The question shouldn’t be “why is this developer spending a long lunch working on something not work related?“, the question should be “why aren’t all our developers doing this?“.


Interviewing effectively is a hard skill to master. Not only do you need to work out if the person being interviewed can do the job, but also if they’ll be the best out of all the candidates and if they’ll fit in to the team dynamic. All this in a very finite space of time. You’re not going to manage that if you just ask a few questions you’ve downloaded from the web.

I’m unashamedly evil when it comes to interviews. Once the niceties are over you’re going to find yourself face to face with my laptop and a copy of Eclipse. What happens over the next 45 minutes or so is entirely down to you.

This method of trial by fire is something I’ve endured a number of times, and every time I’ve hated it. You’re in the spotlight, you’re under pressure and you’ve got someone questioning everything you do. I recognised very quickly that this is a very powerful interview tool because it leaves you wide open and quickly cuts through any front.

What I ask you to write (which, incidentally, will be decided based on the preamble, the telephone interview if there was one, and your CV) is pretty much irrelevant, as is whether you finish it. The discussion and discovery that happens in the time is what counts. I’ll probe as many subjects as I can, dropping them as soon as I’ve determined if you’re strong or weak in that area. All of this on a platform you may not be familiar with because I use OSX.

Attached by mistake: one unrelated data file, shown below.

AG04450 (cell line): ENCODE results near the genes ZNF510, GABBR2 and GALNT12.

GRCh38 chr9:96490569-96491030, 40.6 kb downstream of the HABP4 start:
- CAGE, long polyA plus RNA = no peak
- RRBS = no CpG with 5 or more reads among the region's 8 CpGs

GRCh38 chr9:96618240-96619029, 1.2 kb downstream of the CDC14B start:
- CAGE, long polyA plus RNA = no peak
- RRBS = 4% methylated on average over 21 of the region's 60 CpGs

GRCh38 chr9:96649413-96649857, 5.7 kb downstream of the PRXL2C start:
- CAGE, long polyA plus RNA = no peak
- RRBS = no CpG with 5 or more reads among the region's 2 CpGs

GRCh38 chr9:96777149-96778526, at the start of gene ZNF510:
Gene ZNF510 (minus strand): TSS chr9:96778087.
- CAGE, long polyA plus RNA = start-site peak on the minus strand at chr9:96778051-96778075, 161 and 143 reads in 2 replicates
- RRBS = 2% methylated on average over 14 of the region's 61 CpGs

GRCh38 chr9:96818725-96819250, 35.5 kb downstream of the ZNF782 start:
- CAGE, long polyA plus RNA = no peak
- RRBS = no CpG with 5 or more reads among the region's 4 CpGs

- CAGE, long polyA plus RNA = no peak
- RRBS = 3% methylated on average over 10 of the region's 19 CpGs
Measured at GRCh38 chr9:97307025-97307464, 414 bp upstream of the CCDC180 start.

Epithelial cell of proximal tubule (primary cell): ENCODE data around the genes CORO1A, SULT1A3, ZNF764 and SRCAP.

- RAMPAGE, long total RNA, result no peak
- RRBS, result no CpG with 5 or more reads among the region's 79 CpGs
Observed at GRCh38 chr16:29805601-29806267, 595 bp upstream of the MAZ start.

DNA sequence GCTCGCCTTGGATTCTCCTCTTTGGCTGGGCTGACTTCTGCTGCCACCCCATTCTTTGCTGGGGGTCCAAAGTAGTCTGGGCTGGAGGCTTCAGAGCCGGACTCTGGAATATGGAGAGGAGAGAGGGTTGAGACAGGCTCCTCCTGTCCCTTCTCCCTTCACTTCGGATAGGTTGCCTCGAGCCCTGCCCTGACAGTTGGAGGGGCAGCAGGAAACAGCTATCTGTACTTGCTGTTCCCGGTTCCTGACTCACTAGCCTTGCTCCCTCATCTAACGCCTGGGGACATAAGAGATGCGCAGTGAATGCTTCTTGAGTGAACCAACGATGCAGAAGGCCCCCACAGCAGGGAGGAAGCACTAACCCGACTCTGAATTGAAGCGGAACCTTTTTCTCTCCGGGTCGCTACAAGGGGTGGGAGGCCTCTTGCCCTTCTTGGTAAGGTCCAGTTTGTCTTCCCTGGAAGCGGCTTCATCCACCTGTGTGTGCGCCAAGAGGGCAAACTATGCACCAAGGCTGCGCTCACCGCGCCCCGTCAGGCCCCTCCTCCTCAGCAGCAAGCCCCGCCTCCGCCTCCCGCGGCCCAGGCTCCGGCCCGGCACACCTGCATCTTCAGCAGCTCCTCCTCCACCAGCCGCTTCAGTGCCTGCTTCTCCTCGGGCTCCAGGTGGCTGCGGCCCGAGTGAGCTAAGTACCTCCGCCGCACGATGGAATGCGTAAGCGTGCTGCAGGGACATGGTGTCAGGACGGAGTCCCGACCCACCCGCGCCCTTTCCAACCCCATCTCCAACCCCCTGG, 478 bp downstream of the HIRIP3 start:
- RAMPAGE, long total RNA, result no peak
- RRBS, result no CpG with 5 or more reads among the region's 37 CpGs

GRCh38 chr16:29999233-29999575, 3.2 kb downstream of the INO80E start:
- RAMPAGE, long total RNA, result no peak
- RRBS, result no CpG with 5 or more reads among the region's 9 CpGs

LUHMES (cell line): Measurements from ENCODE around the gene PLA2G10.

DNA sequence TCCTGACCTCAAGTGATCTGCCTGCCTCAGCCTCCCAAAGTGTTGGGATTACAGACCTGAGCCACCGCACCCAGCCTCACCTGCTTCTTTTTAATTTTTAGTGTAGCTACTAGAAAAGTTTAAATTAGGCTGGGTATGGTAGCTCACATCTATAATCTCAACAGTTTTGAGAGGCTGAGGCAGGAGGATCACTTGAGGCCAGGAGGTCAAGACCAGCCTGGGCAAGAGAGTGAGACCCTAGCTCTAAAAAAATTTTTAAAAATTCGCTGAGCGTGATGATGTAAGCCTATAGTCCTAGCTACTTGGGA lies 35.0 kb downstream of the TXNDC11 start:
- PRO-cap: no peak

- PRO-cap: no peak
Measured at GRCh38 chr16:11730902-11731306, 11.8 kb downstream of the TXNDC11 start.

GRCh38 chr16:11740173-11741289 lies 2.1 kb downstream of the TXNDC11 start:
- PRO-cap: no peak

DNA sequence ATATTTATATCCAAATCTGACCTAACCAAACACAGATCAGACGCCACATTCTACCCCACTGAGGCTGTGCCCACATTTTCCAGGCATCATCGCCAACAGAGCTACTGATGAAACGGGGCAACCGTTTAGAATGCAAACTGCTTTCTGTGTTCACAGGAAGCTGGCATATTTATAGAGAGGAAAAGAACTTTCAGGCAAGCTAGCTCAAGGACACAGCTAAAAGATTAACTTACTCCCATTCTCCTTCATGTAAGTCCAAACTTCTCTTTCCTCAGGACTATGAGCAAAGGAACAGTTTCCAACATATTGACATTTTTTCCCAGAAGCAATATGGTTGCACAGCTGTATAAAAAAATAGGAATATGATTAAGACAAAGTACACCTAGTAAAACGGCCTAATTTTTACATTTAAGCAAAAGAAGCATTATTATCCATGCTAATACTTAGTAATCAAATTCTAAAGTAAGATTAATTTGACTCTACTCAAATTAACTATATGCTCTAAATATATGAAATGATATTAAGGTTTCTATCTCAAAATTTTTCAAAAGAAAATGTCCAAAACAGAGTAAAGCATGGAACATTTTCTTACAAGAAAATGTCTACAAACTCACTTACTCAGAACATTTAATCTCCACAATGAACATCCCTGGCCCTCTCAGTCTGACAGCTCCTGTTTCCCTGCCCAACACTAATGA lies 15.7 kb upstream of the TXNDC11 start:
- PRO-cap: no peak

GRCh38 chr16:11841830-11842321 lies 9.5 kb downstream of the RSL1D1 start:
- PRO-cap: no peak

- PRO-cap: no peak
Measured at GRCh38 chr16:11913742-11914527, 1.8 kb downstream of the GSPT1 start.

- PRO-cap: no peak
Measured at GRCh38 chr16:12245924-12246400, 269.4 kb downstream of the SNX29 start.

You can use the internet because it’s not about what you can remember, it’s about how you apply knowledge; you can ask questions – in fact failure to ask any questions will probably have you flunking the interview; you can say you don’t know, we’ll move on – it is actually OK not to know every tiny thing I question you on.

It’s brutal, I know. I’ve been there. You’re constantly off guard, the goal posts keep moving, the questions keep coming and during all that someone is expecting you to code at the same time. Do well in that and the job itself will be a cakewalk. But hey, if you’ve made it to the interview then I obviously think your CV matches what I’m looking for, so you shouldn’t have a problem 😉